Climate observation network
Climate is an important driver of ecosystem dynamics and an expression of the mean long-term weather conditions over at least 30 years. Especially in alpine environments, climate is extremely variable in space and time. The national park's research infrastructure makes it possible to analyse climate and its effects over large time spans. For these reasons, the national park operates a dense network of weather stations serving as reference for climate research in high mountain regions.
Automatic climate station at Hinterberghorn
Dating back to 2005 the network of fully automated weather stations has been established gradually and in close cooperation with the Bavarian Avalanche Warning Service and the German Meteorological Service. It emerged from a former network of mechanical stations that started operating in the early years of the national park.
Today’s observation network provides high spatial and temporal resolution: it currently comprises 15 stations at altitudes ranging from 800 to 2.700 m a.s.l. and recording in 10 minutes intervals. Data transfer via mobile communication enables almost real time integration into the park’s database. Data immediacy is of great importance for the Bavarian flood and avalanche warning services.
Maintenance of the automatic climate station at Watzmannhaus
Each station is equipped slightly differently. Air temperature and humidity are always recorded, usually wind speed and wind direction as well. Global radiation and reflection provide information about the energy flux. Recording of precipitation occurs only at sites with undisturbed deposition conditions. Snow depth results from ultrasonic signals and in some cases, snow scales additionally determine the weight of the snow pack. The greatest variety of sensors is available at the Kühroint site that is representing a joint infrastructure with the Bavarian Avalanche Warning Service.
Installation of snow scales at Brunftbergtiefe station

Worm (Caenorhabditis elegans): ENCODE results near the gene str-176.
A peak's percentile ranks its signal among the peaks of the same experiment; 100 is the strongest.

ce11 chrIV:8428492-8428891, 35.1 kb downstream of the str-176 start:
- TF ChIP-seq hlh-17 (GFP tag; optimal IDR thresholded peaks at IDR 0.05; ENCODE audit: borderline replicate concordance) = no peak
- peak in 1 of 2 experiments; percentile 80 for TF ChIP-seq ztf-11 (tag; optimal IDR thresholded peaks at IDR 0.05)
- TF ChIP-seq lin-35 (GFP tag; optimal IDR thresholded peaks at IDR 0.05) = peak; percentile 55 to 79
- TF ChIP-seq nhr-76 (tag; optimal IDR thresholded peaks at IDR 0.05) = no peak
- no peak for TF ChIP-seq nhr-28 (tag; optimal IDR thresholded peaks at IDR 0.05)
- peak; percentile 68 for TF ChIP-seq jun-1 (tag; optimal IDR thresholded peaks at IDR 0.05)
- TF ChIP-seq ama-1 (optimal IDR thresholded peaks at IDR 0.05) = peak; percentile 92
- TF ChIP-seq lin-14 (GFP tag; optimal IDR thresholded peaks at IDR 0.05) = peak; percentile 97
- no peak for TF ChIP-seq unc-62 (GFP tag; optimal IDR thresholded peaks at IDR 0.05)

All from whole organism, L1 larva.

The technical service of the stations concentrates on 1-2 days per year. At extreme sites, the maintenance occurs by helicopter. Potential sensor failures at these sites are deliberately accepted if they should occur beyond the regular service routines. Disregarding occasional gaps, time series are growing continuously with each further record year - even in these remote sites.
The digital weather stations of the German Meteorological Service complement the network of fully automated stations. Historical weather data resulting from the former mechanical stations of both networks still hold a high research potential. Reaching far beyond the national park area, the observation networks of the German Meteorological Service and the Bavarian Avalanche Warning Service offer also possibilities for the integration of the park in more large-scale studies.
Within the network of forest climate stations operated by the Bavarian State Institute of Forestry, the national park is representing the particular conditions of a high mountain stand. Over more than 25 years by now, this station has been providing parameters on forest growth and soil conditions in addition to weather records.
Head of data management team, spatial data infrastructure (SDI), cross-disciplinary integration of applications-data-interfaces, climate observation network.